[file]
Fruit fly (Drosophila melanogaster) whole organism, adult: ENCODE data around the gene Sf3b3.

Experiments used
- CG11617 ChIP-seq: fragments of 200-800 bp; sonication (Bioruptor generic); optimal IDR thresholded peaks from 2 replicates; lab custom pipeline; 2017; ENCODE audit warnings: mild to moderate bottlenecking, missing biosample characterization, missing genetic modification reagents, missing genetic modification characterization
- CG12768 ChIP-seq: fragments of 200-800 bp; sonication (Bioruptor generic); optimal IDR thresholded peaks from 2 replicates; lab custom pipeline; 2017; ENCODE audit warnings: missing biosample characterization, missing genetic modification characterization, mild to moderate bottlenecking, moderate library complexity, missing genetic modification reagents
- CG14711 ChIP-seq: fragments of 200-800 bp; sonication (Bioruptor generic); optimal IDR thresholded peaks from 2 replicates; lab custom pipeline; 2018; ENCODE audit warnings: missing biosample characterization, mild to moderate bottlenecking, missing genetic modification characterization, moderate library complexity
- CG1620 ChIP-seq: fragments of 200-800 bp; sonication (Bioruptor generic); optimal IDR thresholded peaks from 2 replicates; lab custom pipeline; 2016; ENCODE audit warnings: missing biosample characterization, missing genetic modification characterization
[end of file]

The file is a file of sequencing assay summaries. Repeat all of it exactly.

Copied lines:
Fruit fly (Drosophila melanogaster) whole organism, adult: ENCODE data around the gene Sf3b3.

Experiments used
- CG11617 ChIP-seq: fragments of 200-800 bp; sonication (Bioruptor generic); optimal IDR thresholded peaks from 2 replicates; lab custom pipeline; 2017; ENCODE audit warnings: mild to moderate bottlenecking, missing biosample characterization, missing genetic modification reagents, missing genetic modification characterization
- CG12768 ChIP-seq: fragments of 200-800 bp; sonication (Bioruptor generic); optimal IDR thresholded peaks from 2 replicates; lab custom pipeline; 2017; ENCODE audit warnings: missing biosample characterization, missing genetic modification characterization, mild to moderate bottlenecking, moderate library complexity, missing genetic modification reagents
- CG14711 ChIP-seq: fragments of 200-800 bp; sonication (Bioruptor generic); optimal IDR thresholded peaks from 2 replicates; lab custom pipeline; 2018; ENCODE audit warnings: missing biosample characterization, mild to moderate bottlenecking, missing genetic modification characterization, moderate library complexity
- CG1620 ChIP-seq: fragments of 200-800 bp; sonication (Bioruptor generic); optimal IDR thresholded peaks from 2 replicates; lab custom pipeline; 2016; ENCODE audit warnings: missing biosample characterization, missing genetic modification characterization